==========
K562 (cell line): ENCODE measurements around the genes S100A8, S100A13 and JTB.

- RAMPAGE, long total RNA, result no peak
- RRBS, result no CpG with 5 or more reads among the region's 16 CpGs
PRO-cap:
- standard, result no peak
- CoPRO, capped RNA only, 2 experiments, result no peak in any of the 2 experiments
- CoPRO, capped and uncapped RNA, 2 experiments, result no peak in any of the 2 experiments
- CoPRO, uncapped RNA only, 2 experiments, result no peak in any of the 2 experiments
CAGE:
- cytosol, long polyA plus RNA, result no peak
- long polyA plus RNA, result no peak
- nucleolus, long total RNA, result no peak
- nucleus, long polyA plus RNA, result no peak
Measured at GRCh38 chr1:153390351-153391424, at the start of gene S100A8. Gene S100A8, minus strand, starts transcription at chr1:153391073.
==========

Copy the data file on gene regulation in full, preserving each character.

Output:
K562 (cell line): ENCODE measurements around the genes S100A8, S100A13 and JTB.

- RAMPAGE, long total RNA, result no peak
- RRBS, result no CpG with 5 or more reads among the region's 16 CpGs
PRO-cap:
- standard, result no peak
- CoPRO, capped RNA only, 2 experiments, result no peak in any of the 2 experiments
- CoPRO, capped and uncapped RNA, 2 experiments, result no peak in any of the 2 experiments
- CoPRO, uncapped RNA only, 2 experiments, result no peak in any of the 2 experiments
CAGE:
- cytosol, long polyA plus RNA, result no peak
- long polyA plus RNA, result no peak
- nucleolus, long total RNA, result no peak
- nucleus, long polyA plus RNA, result no peak
Measured at GRCh38 chr1:153390351-153391424, at the start of gene S100A8. Gene S100A8, minus strand, starts transcription at chr1:153391073.